Re: Request from Manzanita Village in Arizona: How does your community handle members who abuse the community e-mail?
From: Sharon Villines (sharonsharonvillines.com)
Date: Fri, 15 Jan 2021 12:53:41 -0800 (PST)
> On Jan 13, 2021, at 2:29 PM, Nan Henderson <nhenderson [at] resiliency.com> 
> wrote:
> 
> Greetings co-housing friends:  We are looking for solutions to our issue of 
> about 4 of our 60 plus members occasionally abusing the community group 
> e-mail by "calling out" by name in  disrespectful or even abusive posts other 
> members they are upset with/have an issue with.  This issue has been raised, 
> commented on, lamented, etc. but still people do this.
> Have you found a way to solve a similar issue in your community?

Diversity, diversity, diversity. Some people write and some talk in groups and 
some talk one on one. What one person finds offensive another finds honest. 
What one person finds uplifting and encouraging, another finds discourages or 
even blocks honest discussion.

There are actually statistics on how many people are conflict averse. I think 
email enables some people to say what they actually feel. Both loving and 
complaining. What would you like better — shutting down communications or 
learning how to read it? Give people their space.

Our Zoom call membership meetings are going so well that some of us want to 
continue them rather than meeting in person. Everyone can hear everyone, 
significantly more people attend, both parents attend, and they seem more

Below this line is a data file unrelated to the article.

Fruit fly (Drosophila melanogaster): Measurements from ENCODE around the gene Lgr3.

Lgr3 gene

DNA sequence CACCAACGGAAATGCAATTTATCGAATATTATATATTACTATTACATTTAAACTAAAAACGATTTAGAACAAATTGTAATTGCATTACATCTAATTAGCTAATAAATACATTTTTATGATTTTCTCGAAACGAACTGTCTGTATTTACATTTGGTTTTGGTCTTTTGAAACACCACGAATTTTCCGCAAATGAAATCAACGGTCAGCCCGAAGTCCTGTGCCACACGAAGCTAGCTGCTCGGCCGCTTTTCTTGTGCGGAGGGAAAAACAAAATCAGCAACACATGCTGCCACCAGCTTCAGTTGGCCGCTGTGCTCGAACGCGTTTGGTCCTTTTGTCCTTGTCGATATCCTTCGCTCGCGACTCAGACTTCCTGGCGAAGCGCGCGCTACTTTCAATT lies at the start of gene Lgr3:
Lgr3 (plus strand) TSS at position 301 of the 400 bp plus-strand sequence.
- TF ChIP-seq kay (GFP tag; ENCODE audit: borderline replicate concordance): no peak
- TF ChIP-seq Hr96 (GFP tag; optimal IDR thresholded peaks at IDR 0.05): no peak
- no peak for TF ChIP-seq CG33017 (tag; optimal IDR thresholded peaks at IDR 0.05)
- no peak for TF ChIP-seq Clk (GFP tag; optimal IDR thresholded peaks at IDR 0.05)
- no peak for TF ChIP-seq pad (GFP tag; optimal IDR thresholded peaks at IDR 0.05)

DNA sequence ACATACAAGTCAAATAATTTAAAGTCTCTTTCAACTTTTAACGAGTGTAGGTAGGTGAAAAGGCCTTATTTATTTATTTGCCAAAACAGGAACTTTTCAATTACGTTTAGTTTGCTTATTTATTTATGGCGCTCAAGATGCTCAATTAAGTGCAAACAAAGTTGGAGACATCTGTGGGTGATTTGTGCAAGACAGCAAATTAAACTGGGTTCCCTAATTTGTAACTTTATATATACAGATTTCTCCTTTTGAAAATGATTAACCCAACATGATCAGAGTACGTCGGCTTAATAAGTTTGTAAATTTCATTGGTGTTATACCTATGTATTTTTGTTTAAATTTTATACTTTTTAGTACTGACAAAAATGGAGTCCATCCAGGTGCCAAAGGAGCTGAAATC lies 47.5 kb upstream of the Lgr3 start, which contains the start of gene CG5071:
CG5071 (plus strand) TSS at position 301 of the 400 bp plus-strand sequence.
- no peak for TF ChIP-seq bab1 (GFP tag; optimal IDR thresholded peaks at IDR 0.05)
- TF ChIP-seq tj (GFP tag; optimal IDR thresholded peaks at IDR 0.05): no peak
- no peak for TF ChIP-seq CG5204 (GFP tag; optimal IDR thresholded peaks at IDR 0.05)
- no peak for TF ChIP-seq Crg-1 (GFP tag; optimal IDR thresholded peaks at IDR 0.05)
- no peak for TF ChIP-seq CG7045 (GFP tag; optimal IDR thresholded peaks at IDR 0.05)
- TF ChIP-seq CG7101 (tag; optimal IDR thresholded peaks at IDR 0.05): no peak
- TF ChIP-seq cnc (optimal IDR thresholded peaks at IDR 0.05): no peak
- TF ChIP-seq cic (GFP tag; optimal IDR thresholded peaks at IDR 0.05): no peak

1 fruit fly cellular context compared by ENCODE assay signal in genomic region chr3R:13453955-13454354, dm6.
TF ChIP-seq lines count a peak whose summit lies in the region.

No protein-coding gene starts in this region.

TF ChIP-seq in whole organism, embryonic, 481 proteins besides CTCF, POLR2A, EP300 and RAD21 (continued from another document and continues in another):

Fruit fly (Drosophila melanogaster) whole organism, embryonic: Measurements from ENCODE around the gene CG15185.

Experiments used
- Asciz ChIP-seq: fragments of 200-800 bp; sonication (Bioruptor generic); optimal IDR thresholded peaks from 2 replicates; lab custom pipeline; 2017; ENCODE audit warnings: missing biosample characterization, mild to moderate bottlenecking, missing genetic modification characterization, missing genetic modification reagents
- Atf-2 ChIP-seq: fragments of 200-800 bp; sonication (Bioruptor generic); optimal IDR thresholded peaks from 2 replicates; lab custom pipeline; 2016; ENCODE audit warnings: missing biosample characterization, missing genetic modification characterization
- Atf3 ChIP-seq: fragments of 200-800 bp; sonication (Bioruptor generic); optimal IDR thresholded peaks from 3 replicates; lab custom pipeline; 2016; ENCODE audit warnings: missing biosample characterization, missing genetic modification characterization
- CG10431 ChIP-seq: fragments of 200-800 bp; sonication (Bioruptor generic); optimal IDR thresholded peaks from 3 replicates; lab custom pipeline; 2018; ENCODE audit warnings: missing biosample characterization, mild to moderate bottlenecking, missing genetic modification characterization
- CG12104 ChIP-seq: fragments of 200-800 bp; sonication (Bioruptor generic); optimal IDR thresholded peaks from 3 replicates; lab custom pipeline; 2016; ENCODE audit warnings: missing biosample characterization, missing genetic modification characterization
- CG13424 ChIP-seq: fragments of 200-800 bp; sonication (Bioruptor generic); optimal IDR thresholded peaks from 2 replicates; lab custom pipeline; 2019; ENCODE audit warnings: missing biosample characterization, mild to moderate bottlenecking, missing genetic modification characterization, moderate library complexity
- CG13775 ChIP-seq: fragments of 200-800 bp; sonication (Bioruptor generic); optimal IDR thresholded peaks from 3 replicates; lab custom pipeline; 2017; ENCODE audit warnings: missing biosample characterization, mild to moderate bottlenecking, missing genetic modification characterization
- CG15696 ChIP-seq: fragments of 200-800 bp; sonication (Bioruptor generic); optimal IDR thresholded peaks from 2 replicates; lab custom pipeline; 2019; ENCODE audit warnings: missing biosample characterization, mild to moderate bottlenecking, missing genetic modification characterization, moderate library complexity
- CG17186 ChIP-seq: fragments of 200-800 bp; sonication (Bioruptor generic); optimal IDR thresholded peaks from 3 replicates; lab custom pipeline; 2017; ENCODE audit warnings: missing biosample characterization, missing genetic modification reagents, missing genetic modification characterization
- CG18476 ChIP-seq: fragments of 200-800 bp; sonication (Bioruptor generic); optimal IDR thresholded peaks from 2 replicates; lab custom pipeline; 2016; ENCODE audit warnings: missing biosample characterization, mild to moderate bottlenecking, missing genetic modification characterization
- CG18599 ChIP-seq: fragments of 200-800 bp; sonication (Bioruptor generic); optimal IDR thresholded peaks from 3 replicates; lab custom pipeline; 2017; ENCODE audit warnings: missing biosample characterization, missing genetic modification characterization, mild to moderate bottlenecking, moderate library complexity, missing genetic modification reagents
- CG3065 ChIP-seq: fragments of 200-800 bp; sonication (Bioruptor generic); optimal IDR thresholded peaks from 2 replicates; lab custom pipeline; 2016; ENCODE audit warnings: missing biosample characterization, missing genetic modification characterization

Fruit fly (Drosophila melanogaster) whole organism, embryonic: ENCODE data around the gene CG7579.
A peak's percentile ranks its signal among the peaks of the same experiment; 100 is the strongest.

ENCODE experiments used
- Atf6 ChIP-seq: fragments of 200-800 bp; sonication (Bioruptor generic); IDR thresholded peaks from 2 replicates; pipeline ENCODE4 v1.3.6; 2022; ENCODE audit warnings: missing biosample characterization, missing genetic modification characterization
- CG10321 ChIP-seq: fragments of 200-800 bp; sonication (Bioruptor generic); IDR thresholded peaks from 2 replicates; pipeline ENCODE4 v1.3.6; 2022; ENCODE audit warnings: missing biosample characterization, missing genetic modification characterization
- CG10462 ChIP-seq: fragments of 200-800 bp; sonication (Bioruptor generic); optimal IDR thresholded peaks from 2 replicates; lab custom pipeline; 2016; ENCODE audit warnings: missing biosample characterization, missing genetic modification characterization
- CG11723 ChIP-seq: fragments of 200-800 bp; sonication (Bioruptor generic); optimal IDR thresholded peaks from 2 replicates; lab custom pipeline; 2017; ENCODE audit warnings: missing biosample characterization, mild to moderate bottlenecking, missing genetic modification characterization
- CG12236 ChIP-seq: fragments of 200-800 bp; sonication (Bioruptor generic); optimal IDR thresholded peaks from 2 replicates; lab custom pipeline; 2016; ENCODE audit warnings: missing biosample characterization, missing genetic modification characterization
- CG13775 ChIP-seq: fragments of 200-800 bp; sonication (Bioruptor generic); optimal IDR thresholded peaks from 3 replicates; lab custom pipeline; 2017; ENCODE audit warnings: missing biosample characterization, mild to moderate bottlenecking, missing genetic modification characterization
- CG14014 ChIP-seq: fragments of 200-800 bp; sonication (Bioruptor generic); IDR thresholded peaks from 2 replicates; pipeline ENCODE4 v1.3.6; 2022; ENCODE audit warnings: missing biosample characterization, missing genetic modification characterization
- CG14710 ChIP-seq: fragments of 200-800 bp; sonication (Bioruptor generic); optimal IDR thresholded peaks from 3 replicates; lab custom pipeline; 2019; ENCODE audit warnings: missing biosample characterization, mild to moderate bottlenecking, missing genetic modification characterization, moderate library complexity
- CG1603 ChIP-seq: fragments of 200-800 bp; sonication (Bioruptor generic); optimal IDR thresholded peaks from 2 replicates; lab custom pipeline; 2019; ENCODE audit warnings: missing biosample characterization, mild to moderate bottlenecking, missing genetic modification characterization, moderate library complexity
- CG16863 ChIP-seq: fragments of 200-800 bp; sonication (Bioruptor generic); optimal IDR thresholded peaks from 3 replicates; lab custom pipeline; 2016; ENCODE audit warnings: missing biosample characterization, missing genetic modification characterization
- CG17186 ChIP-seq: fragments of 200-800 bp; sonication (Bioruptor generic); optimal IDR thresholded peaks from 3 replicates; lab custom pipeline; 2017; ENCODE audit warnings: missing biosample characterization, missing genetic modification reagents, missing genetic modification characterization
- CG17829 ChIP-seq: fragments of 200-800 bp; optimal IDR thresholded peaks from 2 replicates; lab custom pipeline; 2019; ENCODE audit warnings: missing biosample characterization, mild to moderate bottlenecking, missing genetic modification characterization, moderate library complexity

organized. Fewer interruptions. It is also nice to have the chat feature so we 
can talk to each other and with the facilitator during the meeting — better 
than passing notes.

Others are horrified by the idea. "We aren’t together!” 

I think as another poster mentioned, express your own feelings in response to 
others expressing theirs is the most productive response. I moderate a 
neighborhood list of 3,000+ people on which we discuss many contentious topics 
and have several contentious people. When members negatively characterize or 
attack other people, I put them on moderated status so I have to approve their 
messages before they are posted. Usually I have to ask them stop calling people 
names and just address the content of messages. 

I talk to people off line about how to make their message less violence 
inciting. In 16 years, only one person has been banned from the list — he 
argued with me constantly about why I wouldn’t post his overwhelming number of 
inflammatory messages. He wasn’t a very neighborly person offline either. I’ve 
put the whole list on moderated status twice: once over calling people racist 
and once over “development."

The list has a reputation for being more argumentative than other neighborhood 
lists, but we also have many more conversations rather than press releases and 
sales.

One of my writing teachers said, “If you aren’t saying anything that doesn’t 
upset someone, you aren’t saying anything that needs to be said.”

I know that makes a lot of people grind their teeth but demonizing email and 
trying to make it the same as other forms of communication is selectively 
limiting. Email has brought more people together than any other form of 
communication. It is time and location independent. 

Sharon
----
Sharon Villines
Takoma Village Cohousing, Washington DC
http://www.takomavillage.org




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